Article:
One Saturday, John and I went out to breakfast at Parker-Lusseau, our favorite little French bakery. As we were leaving, my sweetheart exclaimed, in a disbelieving tone, "Honey!"
And I said, "What?"
And he said, "Honey! Look down."
So I did and saw nothing but my shoes.
"Honey!" he said again, "I can't believe you, of all people, missed it. Look there!" And he pointed to a very small sheep at the end of a man's leash.
Okay, it wasn't really a sheep, it was a dog, but it did look like a little lamb. We patted it and I have never felt a softer dog. It was gentle and calm and lovely. What kind of dog is this? we asked the man, and he spoke the magic words: a Bedlington Terrier.
On our way to the car, my thoughtful husband, who knows me so very well, put his arm around me and murmured, "You know, sweetheart, if you really want to get another dog, I think we could make it work. I just wish you could take it to school every day so that it wouldn't have to be alone so much."
"You mean as a therapy dog?"
In fact, I contemplated, that could be a really wonderful idea. I am the dean of students at an independent school that serves brilliant, ambitious, creative adolescents from all socio-economic levels. Most of what I do involves counseling teenagers who are stressed out by uproars at home, by social or academic upheavals at school, or simply by the trials of adolescence. If a student has a meltdown she or he will end up in my office. A therapy dog could provide a point of focus and maybe even comfort for upset students who are trying to tell me about their situations. What's better for stress than the unconditional love of a dog? It could be helpful for students and teachers both. And one of my concerns has always been how to break the perceived barrier of my office door--how can I make it more comfortable for a student simply to drop by and say hi? A dog would be an easy draw. I wondered what the school would say to the idea.
So, in my obsessive way, I spent six hours the next day researching Bedlington Terriers. Everything I learned about them encouraged me. They're gentle, mellow, even tempered, smart, eager to please, people oriented, agile, confident, and help little old ladies across the street. Okay, maybe not the last one. I sent inquiries off to two members of the Bedlington Society of America who indicated they had puppies available.
On Monday, I took my idea to our head of school. He looked at me with his, "What in the world will you surprise me with next?" look, one I've gotten pretty used to over the years. Before he could respond, we were interrupted and never had the opportunity to return to the topic. That night, I sent him an email explaining more about what I had in mind, along with pictures of grown-up Bedlingtons. The next morning he replied saying that he actually loved the idea, was a big fan of therapy dog programs, but that we really needed to involve our business manager to ask about the insurance ramifications and other issues.
Now, the thing you need to know about our business manager is that she has mastered the use of the word NO. As a friend of mine says, she's exactly the kind of person you want in a business manager. She's also a warm, caring individual who loves the school fiercely. Before I talked with her, I wanted to have my case pretty airtight. The next day I happened to be talking with the school's lawyer about a different issue when I had a flash of inspiration. If I asked our lawyer about a dog and she told me it could never fly, then I would just let it go and move on. But, if she said yes, her word carries a lot of weight with our business manager which might be exactly the extra ammunition I needed. Not only did she not say no, she adored the idea. This is a down-to-earth, practical woman and she was going gaga about the benefits of a therapy dog for our students. She was quite familiar with Bedlingtons, knew their reputation for looking like little lambs, knew they are hypoallergenic.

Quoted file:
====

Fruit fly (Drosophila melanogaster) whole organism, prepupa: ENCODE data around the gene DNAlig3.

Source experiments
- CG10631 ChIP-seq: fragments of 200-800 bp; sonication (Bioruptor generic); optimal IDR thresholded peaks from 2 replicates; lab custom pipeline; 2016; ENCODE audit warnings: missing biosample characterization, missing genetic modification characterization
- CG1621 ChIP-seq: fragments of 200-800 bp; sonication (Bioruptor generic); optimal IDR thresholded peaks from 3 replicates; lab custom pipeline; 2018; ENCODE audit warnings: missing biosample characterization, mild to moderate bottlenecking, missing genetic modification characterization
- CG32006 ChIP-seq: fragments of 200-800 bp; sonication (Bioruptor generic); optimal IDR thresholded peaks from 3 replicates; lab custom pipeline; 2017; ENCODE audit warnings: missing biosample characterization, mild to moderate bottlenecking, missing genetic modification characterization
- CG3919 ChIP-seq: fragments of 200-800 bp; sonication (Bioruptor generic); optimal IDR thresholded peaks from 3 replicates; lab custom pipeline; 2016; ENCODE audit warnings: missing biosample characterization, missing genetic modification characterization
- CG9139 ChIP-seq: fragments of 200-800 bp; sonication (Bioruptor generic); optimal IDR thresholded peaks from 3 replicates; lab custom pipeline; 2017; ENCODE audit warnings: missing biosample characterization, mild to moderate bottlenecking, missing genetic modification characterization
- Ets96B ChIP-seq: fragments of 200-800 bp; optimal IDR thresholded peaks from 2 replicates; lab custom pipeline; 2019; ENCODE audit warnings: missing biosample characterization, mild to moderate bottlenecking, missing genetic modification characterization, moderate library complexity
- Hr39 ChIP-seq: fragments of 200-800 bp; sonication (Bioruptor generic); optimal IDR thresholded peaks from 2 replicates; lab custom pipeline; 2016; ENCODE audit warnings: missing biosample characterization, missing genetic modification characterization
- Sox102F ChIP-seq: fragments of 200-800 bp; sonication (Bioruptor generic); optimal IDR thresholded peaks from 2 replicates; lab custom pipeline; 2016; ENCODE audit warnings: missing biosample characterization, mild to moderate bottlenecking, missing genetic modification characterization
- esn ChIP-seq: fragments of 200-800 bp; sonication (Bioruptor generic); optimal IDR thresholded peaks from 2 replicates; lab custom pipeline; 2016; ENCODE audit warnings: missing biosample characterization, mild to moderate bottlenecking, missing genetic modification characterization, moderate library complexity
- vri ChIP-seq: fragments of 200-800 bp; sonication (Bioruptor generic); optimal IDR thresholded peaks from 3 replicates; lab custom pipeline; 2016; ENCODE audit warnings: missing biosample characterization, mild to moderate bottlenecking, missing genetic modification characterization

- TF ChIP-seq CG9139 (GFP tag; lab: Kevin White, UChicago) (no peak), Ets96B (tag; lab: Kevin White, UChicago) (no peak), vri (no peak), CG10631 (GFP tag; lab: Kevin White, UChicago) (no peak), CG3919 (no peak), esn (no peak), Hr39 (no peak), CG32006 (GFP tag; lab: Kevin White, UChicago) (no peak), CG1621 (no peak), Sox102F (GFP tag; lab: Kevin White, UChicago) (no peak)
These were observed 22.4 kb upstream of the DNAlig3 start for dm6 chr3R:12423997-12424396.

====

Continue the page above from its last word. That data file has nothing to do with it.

Emboldened, I went to the business manager and as I asked her to investigate what the insurance ramifications might be, I dropped into the discussion the fact that both the head of school and our lawyer were completely behind the idea. She was cautiously intrigued by the possibilities of a therapy dog, but hesitated to commit herself until she had spoken with our insurance agent. Within the hour, she called me, astonished, to report the agent's response: "What a terrific idea!" Still, he needed several pieces of information from me to present to the actual insurance company representatives. What certification would the dog get, for example? What certification would I get? What would the dog's duties be? Blah, blah, blah. And wasn't everyone astonished when the insurance company responded, "Oh, therapy dogs have to go through so much training we have no problem with them. It wouldn't affect your insurance a bit."
When I told our head of school that the therapy dog was a go, his jaw literally dropped. Then he made a sardonic (though witty) remark about my efficiency. In five days, I had transformed from a woman who never wanted to have a dog again to a woman who had persuaded her husband, a business manager, a lawyer, a head of school and an insurance company (not to mention herself) that a dog was not only a wonderful companion, but a vital necessity for the well-being of two hundred fifty teenagers.
The next step was to find the perfect dog.